The weather forecasts were good so off I went to Oracle Observatory. I left home at 0450 PDT Friday morning and arrived at Oracle at 1315 MST. The temperature was 57°F under partly cloudy skies with a strong breeze blowing. Here's how the sky appeared:
I decided to set up the tent but delayed setting up the telescope until the sky situation became clearer (pun intended). Four hours later I noticed this cumulonimbus to the North:
After awhile I determined that it was moving easterly and the sky was clearing up nicely. I decided to set up the telescope. Here's the setup; unlike in the past, I set up the LXD75 tripod with its legs extended to raise the telescope to a more comfortable viewing position. This made it easier to view through the Nikon D70 DSLR viewfinder with the camera attached to the Meade Off-Axis Guider on the 8" Schmidt-Cassegrain telescope.
By Sunset at 1853MST the sky was clear with a temperture of 50°F.
Shortly after Sunset I began observing. First up was Venus, shining brightly high in the western sky. It showed a nice gibbous phase but its image was very unsteady in the eyepiece, even at low magnification. I then slewed the telescope up towards the Zenith to view Saturn. Unfortunately, even though almost straight up, Saturn was also very unsteady. I decided to try some test photographs of Saturn using the Off-Axis Guider and D70. Here's the best one; as I have previously experienced, focusing through the Off-Axis Guider in the D70 viewfinder was a challenge. This was compounded by poor seeing that was becoming very evident. This exposure was 1/30th second, ISO 1600, and cropped from the original Raw image. You can see the "golden" color that Saturn typically has along with the Rings. You can just make out a cloud band in the atmosphere of Saturn.
At 2100MST, temperature 40°F, I decided to try some Deep Sky astrophotography. Unfortunately the seeing conditions were very poor; stars were unsteady and generally there was a lack of contrast against the darker sky. This was obviously a poor night even though the skies were clear (lacking visible clouds). I eventually gave up and called it a night, hoping for better conditions the next night.
The next morning was clear and at 0950MST it was 67°F with a slight breeze. I did some solar observing with my Coronado PST (Personal Solar Telescope). The Sun was nice with a couple of prominences visible, although no sunspots were visible. I then spent the rest of the daytime hours reading (Sky and Telescope magazine) and photographing various plants and creatures around Oracle Observatory. Here are some of those photographs (in order: Desert Thistle, unidentified small yellow flowers, American Goldfinch, Phainopepla, Turkey Vulture, unidentified ant, unidentified cactus, unidentified bird, Desert Cottontail Rabbit).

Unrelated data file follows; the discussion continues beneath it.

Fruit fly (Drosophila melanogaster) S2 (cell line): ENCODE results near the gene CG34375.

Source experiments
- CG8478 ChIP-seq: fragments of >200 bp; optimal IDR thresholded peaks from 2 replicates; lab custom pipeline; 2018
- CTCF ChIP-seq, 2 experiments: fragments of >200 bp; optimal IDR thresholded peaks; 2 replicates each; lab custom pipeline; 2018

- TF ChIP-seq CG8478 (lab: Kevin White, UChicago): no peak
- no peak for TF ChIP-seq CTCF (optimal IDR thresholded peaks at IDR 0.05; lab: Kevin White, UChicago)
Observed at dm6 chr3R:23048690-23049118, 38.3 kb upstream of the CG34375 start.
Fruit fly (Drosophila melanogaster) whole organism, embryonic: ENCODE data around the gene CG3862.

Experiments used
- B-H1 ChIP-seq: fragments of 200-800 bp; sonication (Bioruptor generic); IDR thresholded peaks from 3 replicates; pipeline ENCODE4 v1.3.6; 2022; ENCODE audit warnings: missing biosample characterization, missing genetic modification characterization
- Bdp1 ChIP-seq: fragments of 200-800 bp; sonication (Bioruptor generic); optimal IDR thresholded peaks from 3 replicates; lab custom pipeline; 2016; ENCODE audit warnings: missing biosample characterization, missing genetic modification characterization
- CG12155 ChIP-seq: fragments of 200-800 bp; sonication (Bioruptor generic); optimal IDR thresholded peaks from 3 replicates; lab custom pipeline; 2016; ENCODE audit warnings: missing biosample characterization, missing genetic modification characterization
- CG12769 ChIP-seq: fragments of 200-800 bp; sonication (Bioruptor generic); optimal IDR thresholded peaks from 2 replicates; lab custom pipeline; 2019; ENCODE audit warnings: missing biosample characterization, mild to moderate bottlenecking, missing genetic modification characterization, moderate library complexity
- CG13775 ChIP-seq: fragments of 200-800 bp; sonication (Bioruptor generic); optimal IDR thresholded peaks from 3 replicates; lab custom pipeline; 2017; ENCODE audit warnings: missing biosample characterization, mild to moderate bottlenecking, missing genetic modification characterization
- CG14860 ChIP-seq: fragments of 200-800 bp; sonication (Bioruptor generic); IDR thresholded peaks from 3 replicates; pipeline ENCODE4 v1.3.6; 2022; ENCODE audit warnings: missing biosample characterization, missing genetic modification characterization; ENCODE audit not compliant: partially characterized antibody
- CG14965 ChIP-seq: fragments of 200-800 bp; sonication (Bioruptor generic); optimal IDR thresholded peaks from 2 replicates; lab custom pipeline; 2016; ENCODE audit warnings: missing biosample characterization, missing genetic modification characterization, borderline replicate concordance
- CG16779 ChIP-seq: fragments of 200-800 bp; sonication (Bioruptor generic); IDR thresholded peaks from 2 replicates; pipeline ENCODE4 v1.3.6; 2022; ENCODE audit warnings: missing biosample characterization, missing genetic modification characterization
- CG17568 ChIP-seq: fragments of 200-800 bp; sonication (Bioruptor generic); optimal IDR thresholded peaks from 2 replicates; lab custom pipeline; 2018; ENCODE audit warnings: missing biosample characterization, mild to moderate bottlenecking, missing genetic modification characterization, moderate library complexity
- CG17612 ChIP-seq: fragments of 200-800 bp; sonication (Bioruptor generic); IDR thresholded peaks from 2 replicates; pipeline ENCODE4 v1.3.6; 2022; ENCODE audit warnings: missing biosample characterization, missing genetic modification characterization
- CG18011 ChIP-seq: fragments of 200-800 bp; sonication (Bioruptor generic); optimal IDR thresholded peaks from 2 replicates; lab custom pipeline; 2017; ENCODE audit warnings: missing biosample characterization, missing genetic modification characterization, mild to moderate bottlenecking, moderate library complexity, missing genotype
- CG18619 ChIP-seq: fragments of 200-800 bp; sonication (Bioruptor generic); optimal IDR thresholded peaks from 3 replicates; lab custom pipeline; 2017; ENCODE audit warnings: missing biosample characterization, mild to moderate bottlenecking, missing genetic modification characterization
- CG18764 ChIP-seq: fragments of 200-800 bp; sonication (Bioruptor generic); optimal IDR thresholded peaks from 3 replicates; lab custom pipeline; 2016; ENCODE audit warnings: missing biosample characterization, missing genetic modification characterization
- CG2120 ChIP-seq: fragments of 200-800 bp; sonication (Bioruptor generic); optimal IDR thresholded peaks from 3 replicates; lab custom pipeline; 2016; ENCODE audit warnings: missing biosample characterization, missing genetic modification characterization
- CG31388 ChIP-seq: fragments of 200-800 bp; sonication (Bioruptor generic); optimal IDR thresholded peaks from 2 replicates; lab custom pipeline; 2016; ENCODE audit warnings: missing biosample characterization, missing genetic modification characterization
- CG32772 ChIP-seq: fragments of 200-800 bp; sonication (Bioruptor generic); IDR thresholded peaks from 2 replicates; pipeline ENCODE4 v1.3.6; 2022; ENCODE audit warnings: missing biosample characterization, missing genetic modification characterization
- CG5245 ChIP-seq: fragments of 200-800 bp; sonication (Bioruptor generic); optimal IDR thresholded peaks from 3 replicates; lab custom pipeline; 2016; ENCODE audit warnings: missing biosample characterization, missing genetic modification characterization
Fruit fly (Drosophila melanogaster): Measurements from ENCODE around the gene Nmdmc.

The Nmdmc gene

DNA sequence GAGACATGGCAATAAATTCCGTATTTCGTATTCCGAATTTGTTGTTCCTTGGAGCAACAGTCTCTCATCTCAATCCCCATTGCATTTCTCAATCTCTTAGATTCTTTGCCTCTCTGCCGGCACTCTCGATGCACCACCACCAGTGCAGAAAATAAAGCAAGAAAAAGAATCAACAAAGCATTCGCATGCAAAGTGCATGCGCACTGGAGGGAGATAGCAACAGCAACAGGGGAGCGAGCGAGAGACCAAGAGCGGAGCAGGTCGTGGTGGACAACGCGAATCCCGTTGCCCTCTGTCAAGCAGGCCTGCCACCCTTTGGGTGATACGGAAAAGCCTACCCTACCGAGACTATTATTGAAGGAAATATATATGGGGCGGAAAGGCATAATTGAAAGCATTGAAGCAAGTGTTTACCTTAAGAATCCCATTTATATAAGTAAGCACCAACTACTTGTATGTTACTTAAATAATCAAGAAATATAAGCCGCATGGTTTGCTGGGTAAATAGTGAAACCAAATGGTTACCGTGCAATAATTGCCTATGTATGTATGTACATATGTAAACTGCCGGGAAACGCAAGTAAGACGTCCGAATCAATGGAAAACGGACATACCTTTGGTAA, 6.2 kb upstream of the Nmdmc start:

As sunset approached the sky was mostly clear with the exception of near the Sun. But that made for a pretty sunset!
After sunset I spent some time observing Venus. The sky was somewhat steadier this night. I attached a Moon Filter on my 6.4mm eyepiece (312X); this significantly reduced the glare from bright Venus and allowed easy viewing of the gibbous phase. I then removed the Moon Filter and attached a Variable Polarizer Filter; that was even better. I then moved to Saturn, which was much better than the previous night. A cloud band was visible and the Cassini Division in the Rings was visible. I was able to use the 6.4mm eyepiece plus a 2X Barlow Lens (for a magnification of 624X) and see a rather nice view of Saturn.
By 2010MST the western sky was dark enough to take a picture of the Hyades cluster, Venus, and the Pleiades. This photograph is a 20 second unguided exposure taken with the Nikon D70 DSLR mounted on a photographic tripod, 55mm focal length, ISO 1600.
I spent the next hour observing several Deep Sky Objects using a Tele Vue 35mm Panoptic eyepiece (57X) on the 8"SC. Several galaxies, open clusters, globular clusters, and nebulae were viewed. All were lovely in the Panoptic eyepiece. Overall, there was much better viewing than on the previous night. Images were steady and the sky contrast was much greater.
Unfortunately a strong breeze came up about 2110MST and at 2125MST, temperature 55°F, I decided to pack up the telescope since the breeze was making the telescope move around too much for effective viewing. After packing all the telescope gear in the car I went into the tent and listened to some old time radio shows on my iPod mini. Eventually I went to sleep; I got up about 0530MST Sunday morning and began packing up the tent for the drive back home. I left Oracle Observatory at 0645MST and arrived home 9 hours later (traffic was bad due to a rain storm from Palm Springs to Riverside).
As a result of my continuing difficulties to determine a good focus through the Off-Axis Guider I decided to purchase a Nikon DG-2 Magnifying Eyepiece. I will try it out on my next trip to Oracle Observatory.
Until next time.